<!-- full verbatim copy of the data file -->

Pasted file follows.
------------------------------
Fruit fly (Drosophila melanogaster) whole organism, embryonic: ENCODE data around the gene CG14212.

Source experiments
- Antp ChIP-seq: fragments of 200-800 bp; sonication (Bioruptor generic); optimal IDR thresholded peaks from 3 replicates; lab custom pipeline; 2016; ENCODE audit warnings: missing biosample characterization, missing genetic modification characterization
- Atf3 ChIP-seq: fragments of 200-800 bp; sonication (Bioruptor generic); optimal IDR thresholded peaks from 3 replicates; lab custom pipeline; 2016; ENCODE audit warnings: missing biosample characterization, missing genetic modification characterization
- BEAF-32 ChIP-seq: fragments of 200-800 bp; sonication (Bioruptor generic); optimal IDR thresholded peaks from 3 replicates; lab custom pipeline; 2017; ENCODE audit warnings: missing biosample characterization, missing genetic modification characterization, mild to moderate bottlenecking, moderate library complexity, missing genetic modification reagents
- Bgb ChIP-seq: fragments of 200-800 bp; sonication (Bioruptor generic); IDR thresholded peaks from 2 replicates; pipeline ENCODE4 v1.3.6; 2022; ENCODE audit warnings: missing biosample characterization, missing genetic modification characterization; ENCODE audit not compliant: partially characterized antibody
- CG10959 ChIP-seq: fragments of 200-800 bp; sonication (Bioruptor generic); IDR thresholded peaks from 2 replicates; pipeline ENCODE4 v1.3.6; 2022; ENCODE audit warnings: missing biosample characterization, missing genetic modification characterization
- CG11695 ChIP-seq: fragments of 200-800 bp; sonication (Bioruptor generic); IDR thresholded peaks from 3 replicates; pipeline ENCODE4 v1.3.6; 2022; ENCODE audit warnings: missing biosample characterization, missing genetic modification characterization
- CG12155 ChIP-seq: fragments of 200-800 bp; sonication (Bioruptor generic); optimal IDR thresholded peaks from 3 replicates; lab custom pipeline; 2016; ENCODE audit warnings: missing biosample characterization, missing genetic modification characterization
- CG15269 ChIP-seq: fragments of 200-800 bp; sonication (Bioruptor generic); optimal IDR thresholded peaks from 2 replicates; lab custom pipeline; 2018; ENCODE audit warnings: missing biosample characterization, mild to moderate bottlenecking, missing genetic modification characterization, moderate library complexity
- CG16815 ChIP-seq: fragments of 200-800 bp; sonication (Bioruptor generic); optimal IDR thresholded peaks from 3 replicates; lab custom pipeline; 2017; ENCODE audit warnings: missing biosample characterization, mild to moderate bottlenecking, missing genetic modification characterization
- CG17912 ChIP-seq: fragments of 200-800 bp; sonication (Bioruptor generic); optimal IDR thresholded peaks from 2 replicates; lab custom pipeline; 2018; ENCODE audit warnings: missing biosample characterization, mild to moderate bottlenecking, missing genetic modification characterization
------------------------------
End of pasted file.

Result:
Fruit fly (Drosophila melanogaster) whole organism, embryonic: ENCODE data around the gene CG14212.

Source experiments
- Antp ChIP-seq: fragments of 200-800 bp; sonication (Bioruptor generic); optimal IDR thresholded peaks from 3 replicates; lab custom pipeline; 2016; ENCODE audit warnings: missing biosample characterization, missing genetic modification characterization
- Atf3 ChIP-seq: fragments of 200-800 bp; sonication (Bioruptor generic); optimal IDR thresholded peaks from 3 replicates; lab custom pipeline; 2016; ENCODE audit warnings: missing biosample characterization, missing genetic modification characterization
- BEAF-32 ChIP-seq: fragments of 200-800 bp; sonication (Bioruptor generic); optimal IDR thresholded peaks from 3 replicates; lab custom pipeline; 2017; ENCODE audit warnings: missing biosample characterization, missing genetic modification characterization, mild to moderate bottlenecking, moderate library complexity, missing genetic modification reagents
- Bgb ChIP-seq: fragments of 200-800 bp; sonication (Bioruptor generic); IDR thresholded peaks from 2 replicates; pipeline ENCODE4 v1.3.6; 2022; ENCODE audit warnings: missing biosample characterization, missing genetic modification characterization; ENCODE audit not compliant: partially characterized antibody
- CG10959 ChIP-seq: fragments of 200-800 bp; sonication (Bioruptor generic); IDR thresholded peaks from 2 replicates; pipeline ENCODE4 v1.3.6; 2022; ENCODE audit warnings: missing biosample characterization, missing genetic modification characterization
- CG11695 ChIP-seq: fragments of 200-800 bp; sonication (Bioruptor generic); IDR thresholded peaks from 3 replicates; pipeline ENCODE4 v1.3.6; 2022; ENCODE audit warnings: missing biosample characterization, missing genetic modification characterization
- CG12155 ChIP-seq: fragments of 200-800 bp; sonication (Bioruptor generic); optimal IDR thresholded peaks from 3 replicates; lab custom pipeline; 2016; ENCODE audit warnings: missing biosample characterization, missing genetic modification characterization
- CG15269 ChIP-seq: fragments of 200-800 bp; sonication (Bioruptor generic); optimal IDR thresholded peaks from 2 replicates; lab custom pipeline; 2018; ENCODE audit warnings: missing biosample characterization, mild to moderate bottlenecking, missing genetic modification characterization, moderate library complexity
- CG16815 ChIP-seq: fragments of 200-800 bp; sonication (Bioruptor generic); optimal IDR thresholded peaks from 3 replicates; lab custom pipeline; 2017; ENCODE audit warnings: missing biosample characterization, mild to moderate bottlenecking, missing genetic modification characterization
- CG17912 ChIP-seq: fragments of 200-800 bp; sonication (Bioruptor generic); optimal IDR thresholded peaks from 2 replicates; lab custom pipeline; 2018; ENCODE audit warnings: missing biosample characterization, mild to moderate bottlenecking, missing genetic modification characterization